Data-centric nonprofit RARE-X recently announced that in the development of its “The Power of Being Counted” report, it has discovered that there are many more rare diseases than previously thought. Though governments, industry organizations, and even other nonprofits are keen to cite an outdated estimate in the 5,000 to 8,000 range, the roughly 300 new rare genetic diseases recognized discovered each year seldom find their way into the larger conversation. To be included in the “rare” category for the U.S., a disease or condition must affect fewer than 200,000 individuals.
“Ensuring that the true magnitude of rare diseases is understood is critical,” said RARE-X’s Chief Executive Officer, Charlene Son Rigby. “If patient communities, researchers, drug developers, and policymakers are to address rare diseases, it’s essential to understand the magnitude of the problem.”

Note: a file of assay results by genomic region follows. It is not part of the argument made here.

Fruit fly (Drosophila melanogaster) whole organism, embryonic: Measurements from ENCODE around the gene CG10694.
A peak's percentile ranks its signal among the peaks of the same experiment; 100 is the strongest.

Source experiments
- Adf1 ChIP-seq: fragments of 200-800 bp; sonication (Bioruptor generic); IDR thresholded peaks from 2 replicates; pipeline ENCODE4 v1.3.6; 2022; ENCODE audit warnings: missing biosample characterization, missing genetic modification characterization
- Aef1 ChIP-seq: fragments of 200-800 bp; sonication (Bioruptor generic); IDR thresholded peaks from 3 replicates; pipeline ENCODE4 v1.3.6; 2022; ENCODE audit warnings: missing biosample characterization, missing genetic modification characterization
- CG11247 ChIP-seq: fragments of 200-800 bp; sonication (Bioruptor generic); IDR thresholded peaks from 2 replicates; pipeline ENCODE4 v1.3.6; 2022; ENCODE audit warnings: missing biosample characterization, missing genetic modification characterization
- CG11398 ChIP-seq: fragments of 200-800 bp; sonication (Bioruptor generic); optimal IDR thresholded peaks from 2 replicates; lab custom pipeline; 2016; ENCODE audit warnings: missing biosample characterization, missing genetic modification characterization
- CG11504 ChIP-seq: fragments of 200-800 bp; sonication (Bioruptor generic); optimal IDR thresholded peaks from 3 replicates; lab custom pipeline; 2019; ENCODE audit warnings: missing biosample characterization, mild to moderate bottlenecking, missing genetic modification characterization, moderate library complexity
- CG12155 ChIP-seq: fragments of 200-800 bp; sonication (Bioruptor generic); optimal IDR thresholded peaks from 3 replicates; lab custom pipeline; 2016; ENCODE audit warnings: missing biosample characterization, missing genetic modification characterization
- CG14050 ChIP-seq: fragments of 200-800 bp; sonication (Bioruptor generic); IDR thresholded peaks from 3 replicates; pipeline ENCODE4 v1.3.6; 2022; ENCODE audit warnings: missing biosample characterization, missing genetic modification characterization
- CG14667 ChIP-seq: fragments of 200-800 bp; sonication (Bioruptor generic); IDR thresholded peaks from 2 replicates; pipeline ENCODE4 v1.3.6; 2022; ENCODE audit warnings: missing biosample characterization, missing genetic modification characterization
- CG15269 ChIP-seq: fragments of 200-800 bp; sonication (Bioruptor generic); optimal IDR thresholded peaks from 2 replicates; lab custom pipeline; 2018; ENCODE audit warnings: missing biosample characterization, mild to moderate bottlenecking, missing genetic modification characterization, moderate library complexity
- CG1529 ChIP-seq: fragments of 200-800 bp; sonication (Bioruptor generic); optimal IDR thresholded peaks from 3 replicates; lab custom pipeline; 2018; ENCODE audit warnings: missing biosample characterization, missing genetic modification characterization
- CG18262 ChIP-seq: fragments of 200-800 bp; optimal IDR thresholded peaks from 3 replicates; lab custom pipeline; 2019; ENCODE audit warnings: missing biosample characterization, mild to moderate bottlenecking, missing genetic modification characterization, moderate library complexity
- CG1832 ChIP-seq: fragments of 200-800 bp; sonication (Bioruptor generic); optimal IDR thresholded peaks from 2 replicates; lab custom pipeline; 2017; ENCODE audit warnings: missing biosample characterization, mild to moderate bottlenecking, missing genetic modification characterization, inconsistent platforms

Using the Online Mendelian Inheritance in Man (OMIM) and Orphanet as primary sources for disease entries, as well as consultation from the FDA’s Office of Orphan Products Development site, DrugBank, and Genome to Treatment studies, the authors of the new report have put together a reproducible method of accurately calculating the current number of rare diseases. As a means of avoiding duplicate tallying, they also weighed the inclusion of all rare diseases (sensitivity) against their definitions (precision). The final analysis pointed to the presence of as many as 10,867 genetic and non-genetic rare diseases.